Imaging is an integral component of ophthalmic clinical practice. Beyond offering signposts for diagnosis, ophthalmic images supply help to ophthalmologists and researchers to ascribe observed functional impairments to structural changes in the eye. Advances in imaging have enabled ophthalmologists to detect ocular diseases1 earlier and with more precision, to track disease progression,2 and to evaluate responses to treatments.3 Already used as a method for clinical trial endpoints,4 ophthalmic images are a valuable source of healthcare data.
Yet, the value of ophthalmic images as a real-world data (RWD) source remains underutilized. Real-world insights require massive de-identified population databases, and while such a database exists for electronic health record (EHR) data — the American Academy of Ophthalmology (Academy) IRISⓇ Registry (Intelligent Research in Sight) — it has lacked image data. Linking image data to EHR data has the possibility to enable new data-driven insights to drive future care and innovations in ophthalmology.
In the years to come, harmonizing patient imaging reports with patient profiles will usher in a new era of real-world data–driven insight.David W. Parke II, MD, Executive Chairman of Verana Health
Imaging as Untapped Real-world Data
Ophthalmologists often focus on two types of outcomes: functional outcomes and anatomical/structural outcomes. The former describes the function of the eye — its area of vision (visual field), its ability to perceive details (visual acuity), etc. These items are routinely tested as they impact quality of life, and therefore are generally documented in the EHR. The latter is the domain of ophthalmic imaging. Both outcomes contribute to the full picture of health captured by ophthalmology practices.5
The Academy launched a comprehensive clinical disease registry, IRIS Registry, in 2014 to help ophthalmology practices improve the quality of care they deliver as well as meet federal reporting requirements. The IRIS Registry—the largest specialty society clinical data registry in all of medicine—is comprised of EHR data from more than 75 million de-identified patients across over 60 EHR systems and 16,000 contributing clinicians. Ophthalmology practices and researchers alike analyze this data to garner insights on care and therapeutics, helping to improve eye care across the U.S. While valuable in powering real-world evidence, EHR data alone often paints only part of the picture.
The other part is ophthalmic imaging. Imaging allows providers to see the shape, size, and depth of structures within the eye. Observations of features such as tissue thickness, fluid build-up, and lesion size can help provide objective, quantifiable data to support diagnosis and treatment decisions.6 This data complements the functional outcomes commonly captured by EHR with structural correlates.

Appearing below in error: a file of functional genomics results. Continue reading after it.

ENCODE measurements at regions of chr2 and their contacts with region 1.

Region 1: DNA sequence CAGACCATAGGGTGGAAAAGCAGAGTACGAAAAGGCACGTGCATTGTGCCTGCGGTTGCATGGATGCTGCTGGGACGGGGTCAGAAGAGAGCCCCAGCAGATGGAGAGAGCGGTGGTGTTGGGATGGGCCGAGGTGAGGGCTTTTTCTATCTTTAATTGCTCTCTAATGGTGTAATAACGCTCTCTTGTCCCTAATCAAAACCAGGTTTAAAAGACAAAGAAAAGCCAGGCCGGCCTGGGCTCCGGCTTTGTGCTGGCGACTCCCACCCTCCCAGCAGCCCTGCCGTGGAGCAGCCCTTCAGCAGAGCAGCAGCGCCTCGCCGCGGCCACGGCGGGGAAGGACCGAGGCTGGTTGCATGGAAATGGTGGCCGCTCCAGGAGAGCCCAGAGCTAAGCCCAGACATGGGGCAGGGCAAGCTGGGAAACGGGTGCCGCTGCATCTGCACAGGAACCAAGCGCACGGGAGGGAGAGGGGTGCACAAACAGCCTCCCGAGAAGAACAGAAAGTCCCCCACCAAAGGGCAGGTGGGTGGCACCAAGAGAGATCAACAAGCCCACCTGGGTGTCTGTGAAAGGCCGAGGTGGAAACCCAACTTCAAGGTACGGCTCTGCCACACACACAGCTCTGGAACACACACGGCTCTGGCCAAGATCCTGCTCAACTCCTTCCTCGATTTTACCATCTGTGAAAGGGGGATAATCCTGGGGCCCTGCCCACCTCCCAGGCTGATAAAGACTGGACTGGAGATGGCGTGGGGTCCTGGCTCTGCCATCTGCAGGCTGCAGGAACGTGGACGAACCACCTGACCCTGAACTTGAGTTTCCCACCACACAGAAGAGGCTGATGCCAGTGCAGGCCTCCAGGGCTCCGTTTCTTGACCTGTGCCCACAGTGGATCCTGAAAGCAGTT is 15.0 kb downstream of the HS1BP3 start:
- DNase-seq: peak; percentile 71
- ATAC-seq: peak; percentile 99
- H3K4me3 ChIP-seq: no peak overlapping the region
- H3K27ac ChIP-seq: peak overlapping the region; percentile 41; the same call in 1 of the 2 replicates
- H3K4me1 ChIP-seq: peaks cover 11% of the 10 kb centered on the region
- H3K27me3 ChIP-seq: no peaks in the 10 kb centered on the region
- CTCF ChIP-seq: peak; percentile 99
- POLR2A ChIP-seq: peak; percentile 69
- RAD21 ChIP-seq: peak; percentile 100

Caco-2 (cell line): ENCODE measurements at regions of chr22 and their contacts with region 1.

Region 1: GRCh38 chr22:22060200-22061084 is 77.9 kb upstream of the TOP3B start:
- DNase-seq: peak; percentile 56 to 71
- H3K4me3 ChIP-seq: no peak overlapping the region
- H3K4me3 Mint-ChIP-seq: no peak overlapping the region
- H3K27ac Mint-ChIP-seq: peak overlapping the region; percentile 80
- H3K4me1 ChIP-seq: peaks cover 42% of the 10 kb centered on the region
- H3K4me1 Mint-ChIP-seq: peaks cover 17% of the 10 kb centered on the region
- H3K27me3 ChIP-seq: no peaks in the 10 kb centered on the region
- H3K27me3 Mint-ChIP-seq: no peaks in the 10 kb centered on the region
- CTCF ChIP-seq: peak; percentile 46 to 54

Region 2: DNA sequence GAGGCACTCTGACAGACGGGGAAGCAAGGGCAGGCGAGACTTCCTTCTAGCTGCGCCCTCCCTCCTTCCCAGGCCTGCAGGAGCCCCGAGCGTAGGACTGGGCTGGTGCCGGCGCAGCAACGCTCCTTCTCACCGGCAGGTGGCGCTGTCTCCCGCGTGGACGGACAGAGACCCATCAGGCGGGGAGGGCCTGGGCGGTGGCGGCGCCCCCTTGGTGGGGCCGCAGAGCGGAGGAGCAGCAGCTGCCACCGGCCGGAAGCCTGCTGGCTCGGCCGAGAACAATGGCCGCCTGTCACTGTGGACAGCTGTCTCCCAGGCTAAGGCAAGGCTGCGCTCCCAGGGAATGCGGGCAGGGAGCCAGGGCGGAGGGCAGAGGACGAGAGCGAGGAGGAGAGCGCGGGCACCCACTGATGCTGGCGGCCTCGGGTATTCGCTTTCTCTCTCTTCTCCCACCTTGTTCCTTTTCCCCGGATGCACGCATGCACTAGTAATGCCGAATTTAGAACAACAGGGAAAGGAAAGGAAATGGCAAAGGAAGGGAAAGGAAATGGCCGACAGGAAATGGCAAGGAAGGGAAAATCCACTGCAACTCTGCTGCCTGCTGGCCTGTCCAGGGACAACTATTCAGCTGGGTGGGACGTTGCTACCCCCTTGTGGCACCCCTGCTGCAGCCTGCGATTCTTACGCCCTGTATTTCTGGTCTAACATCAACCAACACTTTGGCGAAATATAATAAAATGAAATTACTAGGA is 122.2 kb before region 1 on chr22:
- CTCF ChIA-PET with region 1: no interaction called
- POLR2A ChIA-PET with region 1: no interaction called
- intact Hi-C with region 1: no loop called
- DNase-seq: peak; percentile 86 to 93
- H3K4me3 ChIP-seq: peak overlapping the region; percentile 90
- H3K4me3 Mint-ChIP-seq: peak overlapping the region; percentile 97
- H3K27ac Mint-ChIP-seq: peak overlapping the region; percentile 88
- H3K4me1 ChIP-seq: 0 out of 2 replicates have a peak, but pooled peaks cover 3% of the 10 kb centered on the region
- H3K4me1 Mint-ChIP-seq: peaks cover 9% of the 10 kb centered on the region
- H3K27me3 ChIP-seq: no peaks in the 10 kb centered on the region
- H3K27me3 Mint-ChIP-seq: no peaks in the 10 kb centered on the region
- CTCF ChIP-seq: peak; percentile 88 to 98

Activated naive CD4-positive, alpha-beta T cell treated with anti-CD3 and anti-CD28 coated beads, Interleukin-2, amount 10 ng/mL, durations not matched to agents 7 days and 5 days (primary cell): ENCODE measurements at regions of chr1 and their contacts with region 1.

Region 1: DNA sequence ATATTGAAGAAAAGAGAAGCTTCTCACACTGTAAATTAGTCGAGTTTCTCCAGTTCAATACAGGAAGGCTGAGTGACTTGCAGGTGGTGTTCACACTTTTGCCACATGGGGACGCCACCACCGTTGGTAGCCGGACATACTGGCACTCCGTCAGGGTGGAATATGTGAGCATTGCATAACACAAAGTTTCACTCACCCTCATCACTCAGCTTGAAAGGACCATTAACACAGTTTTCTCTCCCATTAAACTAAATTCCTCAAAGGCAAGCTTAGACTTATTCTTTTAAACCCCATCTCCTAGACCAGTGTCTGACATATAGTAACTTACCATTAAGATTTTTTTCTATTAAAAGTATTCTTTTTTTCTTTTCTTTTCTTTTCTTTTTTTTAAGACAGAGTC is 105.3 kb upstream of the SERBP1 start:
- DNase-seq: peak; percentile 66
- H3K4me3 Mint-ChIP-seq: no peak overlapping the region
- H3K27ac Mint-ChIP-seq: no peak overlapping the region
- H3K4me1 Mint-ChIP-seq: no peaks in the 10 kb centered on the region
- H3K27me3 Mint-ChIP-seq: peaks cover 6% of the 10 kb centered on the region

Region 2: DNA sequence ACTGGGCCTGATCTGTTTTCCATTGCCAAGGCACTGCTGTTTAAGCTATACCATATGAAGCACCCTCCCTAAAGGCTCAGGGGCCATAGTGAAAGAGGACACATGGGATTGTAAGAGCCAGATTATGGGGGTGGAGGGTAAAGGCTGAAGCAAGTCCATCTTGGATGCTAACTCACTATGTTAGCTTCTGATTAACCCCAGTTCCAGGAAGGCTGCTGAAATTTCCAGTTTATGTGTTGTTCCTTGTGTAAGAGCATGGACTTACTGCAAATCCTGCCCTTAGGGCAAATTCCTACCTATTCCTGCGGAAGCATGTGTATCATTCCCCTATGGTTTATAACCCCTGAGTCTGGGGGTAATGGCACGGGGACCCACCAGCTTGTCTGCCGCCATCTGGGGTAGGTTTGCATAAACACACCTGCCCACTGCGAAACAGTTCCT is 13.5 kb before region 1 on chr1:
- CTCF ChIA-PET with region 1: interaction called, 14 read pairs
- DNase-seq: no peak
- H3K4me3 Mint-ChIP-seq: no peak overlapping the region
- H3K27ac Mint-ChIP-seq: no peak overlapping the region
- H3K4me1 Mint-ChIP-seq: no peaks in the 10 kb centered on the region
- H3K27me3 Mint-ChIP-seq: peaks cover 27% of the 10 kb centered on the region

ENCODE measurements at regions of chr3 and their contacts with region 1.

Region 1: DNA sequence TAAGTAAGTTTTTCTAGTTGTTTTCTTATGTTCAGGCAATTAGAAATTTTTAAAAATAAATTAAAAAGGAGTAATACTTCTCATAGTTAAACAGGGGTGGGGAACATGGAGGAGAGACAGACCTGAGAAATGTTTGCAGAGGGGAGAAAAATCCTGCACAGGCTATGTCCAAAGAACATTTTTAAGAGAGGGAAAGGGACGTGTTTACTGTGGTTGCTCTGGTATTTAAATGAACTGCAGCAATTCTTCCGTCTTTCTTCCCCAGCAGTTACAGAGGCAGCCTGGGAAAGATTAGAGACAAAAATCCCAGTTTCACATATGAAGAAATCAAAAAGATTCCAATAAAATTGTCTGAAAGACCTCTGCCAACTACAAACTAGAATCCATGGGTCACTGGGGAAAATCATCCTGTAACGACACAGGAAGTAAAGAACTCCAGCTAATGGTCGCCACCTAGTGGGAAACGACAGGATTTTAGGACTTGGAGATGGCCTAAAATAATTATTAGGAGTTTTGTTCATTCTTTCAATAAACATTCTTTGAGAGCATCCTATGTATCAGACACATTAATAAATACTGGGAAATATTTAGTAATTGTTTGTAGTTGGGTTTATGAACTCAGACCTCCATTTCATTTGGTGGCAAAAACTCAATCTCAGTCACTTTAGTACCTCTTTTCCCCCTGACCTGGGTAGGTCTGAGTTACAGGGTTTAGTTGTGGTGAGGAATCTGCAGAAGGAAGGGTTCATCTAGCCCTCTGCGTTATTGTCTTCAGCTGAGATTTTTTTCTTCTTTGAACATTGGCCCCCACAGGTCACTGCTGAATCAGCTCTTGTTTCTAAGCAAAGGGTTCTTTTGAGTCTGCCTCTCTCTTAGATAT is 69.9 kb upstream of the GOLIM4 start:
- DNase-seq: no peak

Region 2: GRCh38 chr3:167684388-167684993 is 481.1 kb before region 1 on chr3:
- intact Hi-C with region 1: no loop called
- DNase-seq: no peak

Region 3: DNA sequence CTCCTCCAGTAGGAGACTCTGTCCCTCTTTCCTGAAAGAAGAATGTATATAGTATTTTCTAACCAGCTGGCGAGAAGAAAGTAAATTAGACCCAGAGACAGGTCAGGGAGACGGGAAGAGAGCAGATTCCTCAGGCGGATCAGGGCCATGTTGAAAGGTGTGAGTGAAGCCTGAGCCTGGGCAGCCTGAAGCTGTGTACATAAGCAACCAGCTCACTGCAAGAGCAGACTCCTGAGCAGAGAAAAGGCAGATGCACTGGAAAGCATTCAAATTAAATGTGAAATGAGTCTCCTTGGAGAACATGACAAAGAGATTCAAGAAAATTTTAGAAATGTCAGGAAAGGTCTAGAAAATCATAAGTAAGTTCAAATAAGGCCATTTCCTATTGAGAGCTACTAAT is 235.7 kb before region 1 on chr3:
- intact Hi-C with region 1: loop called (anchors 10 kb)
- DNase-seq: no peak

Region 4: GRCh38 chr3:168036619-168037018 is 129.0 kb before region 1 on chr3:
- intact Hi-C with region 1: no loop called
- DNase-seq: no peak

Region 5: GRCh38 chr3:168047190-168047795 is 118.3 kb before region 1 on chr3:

Given their complementarity, the value of linking the two data sources is obvious: when images are connected with the clinical information housed in EHRs, we can better infer real-world behaviors such as the rationale for treatment or the pathology of disease.
Yet linking image and EHR data is easier said than done.
There are a half-dozen imaging modalities available to ophthalmologists, and each one tells its own story about the health of the eye. Harmonizing image data is difficult and requires the collaboration of various stakeholders such as medical device companies, EHR companies, and healthcare providers. Even within a single modality, images may originate from different vendors, devices, and scanning protocols. A key step to linking image and EHR data is standardizing ophthalmic images to the internationally accepted Digital Imaging and Communications in Medicine (DICOM) format.9 Standardization would allow ophthalmic images to be manipulated at scale.
Siloing is also an obstacle. Many ophthalmic images exist only in local systems, lacking duplication in the cloud. Ophthalmic images often need to be aggregated into a data lake before they can be leveraged to improve eye care across ophthalmology practices. As its steward, Verana HealthⓇ is actively working to link image data that Academy members contribute to the IRIS Registry, and deepen its value through its VeraQ™ population health data engine where the images are de-identified, tokenized, harmonized, curated, and linked to EHR data.